Nordgren Streams Alba ABCD 521

Pehr Henrik Nordgren (1944-2008)
Streams, Op 80 (1991)
Cello Concerto No 5, Op 135 (2005)
Chamber Symphony, Op 97 (1995)
Tuomas Ylinen (cello), Jyväskylä Sinfonia/Ville Matvejeff
rec. 2021, Mikaeli Hall, Mikkeli, Finland
Alba ABCD 521 [55]

Streams is scored for a chamber orchestra: two flutes, two clarinets, piano and strings. The structure of the piece is fairly straightforward, as can be heard from the beginning. The work mostly consists of simple scales moving up and down. That can sound simplistic, but Nordgren varies these scales to ensure greater variety than might be expected. The whole is often tinged with dissonance and stringency. About halfway into the piece, the tempo accelerates into an agitated section that will soon lose impetus and move into a considerably calmer though not serene conclusion reminiscent of Arvo Pärt’s Cantus in Memorium Benjamin Britten. Incidentally, this is not the only allusion to Pärt’s piece in Nordgren’s music – homage to the Estonian composer.

Cello Concerto No 5, one of Nordgren’s last works, is scored for what the notes describe as a Viennese classical sinfonietta with percussion – mainly bells and timpani – playing an important part. The single movement falls into two sections. A meditative, slow-moving opening section unfolds wave-like, sometimes interrupted by short-lived orchestral outbursts. This leads into the cadenza before the onset of the second main section characterised by strong and often restless rhythms moving along obstinately, block-like. After a short chorale-like respite, accompanied by tolling bells, the nervous music picks up again insistently, until it slowly dissolves into silence. This may be a technically taxing piece that requires well-judged pacing, but it is not of the virtuoso sort. Rather, it needs feeling and musicianship to achieve its aims. As much else in Nordgren’s output, the Fifth Cello Concerto may sound austere. That is quite deceptive, for much warmth and humanity can be found beneath the surface. Nordgren was not one to write an indifferent note of music, and this beautifully worked-out piece bears further proof if one needs it.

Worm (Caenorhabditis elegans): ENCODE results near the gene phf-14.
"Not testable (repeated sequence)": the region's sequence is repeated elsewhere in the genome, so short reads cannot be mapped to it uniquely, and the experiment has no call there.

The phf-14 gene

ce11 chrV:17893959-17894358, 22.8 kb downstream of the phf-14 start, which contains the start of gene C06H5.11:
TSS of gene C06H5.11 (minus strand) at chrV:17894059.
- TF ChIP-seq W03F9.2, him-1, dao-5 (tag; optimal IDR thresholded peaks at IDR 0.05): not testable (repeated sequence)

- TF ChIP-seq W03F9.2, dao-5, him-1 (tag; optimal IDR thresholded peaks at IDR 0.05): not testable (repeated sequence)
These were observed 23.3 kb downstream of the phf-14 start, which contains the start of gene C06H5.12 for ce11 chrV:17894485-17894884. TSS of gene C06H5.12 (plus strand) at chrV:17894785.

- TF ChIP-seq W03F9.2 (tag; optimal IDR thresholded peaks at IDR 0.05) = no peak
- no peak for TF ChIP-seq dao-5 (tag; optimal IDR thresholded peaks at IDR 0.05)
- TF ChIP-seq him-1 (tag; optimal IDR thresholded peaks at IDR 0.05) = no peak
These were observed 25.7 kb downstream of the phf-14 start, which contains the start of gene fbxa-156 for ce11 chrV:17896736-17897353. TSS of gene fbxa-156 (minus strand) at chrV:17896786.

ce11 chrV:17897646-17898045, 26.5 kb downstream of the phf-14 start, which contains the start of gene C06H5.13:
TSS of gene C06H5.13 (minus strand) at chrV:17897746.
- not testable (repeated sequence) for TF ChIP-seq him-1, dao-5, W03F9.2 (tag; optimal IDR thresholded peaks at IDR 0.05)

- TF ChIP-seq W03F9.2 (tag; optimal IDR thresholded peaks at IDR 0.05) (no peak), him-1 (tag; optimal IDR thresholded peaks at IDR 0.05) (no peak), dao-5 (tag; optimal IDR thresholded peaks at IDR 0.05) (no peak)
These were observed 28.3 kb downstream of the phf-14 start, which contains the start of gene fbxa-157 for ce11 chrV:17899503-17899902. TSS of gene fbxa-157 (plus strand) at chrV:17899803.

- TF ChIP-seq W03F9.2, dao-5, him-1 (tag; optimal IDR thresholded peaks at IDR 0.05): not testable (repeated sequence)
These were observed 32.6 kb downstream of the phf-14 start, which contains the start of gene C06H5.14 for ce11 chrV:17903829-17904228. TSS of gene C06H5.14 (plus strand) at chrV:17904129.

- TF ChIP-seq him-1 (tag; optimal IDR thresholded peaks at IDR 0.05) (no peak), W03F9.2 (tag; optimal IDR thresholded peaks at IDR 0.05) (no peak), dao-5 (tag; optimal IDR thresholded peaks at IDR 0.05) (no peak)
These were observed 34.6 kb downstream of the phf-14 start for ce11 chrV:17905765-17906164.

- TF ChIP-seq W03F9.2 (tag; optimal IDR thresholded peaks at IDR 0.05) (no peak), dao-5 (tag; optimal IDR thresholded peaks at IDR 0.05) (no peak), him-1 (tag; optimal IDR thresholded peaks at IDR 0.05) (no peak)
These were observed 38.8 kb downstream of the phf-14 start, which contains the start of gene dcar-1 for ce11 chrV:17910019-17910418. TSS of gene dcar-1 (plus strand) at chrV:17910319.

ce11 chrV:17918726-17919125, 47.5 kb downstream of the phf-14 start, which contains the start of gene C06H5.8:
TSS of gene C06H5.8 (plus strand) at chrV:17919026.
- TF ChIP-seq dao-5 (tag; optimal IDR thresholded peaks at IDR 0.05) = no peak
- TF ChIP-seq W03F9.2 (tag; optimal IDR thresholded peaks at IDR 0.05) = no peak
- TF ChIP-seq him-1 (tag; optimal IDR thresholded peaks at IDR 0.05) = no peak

The Chamber Symphony was commissioned by the Lahti Chamber Music Society. It is scored for large chamber ensemble: a wind quintet, two percussionists, piano, celesta and string quintet. The work, too, is in a single movement and has three sections of unequal lengths. The first section is rather ambiguous, but it all sounds rather dark and foreboding. The second section sounds aggressive and climaxes in a fairly riotous episode. The third section, the longest, is mostly elegiac, mournful and, I would say, autumnal. One might sense Sibelius’s shadow hovering over the music, although some aleatory writing is entirely characteristic of Norgdren’s music. The appeased and becalmed ending of the Chamber Symphony may be one of the most gripping and moving piece of music that Nordgren ever penned.

Nordgren’s Chamber Symphony is a splendid piece of great merits, but he chose not to include it among his numbered symphonies, as he did the Symphony for Strings Op 43 written in 1978. Both works clearly among his finest achievements. By the way, Aapo Tähkäpää’s otherwise helpful notes say (without further explanation) that the composer cites two themes from earlier works. I, for one, was completely unable to spot them. That is a detail which should not put anyone off this fine piece and this superb disc.

Alba again did great work for Pehr Henrik Nordgren. Everyone concerned here serves his music wonderfully and deserves full marks for commitment, immaculate playing and very fine recording. They do Nordgren’s gripping, often beautiful music full justice. If it sometimes feels exacting and sounds arid, it is well worth the effort.

Hubert Culot

Availability: Alba Records
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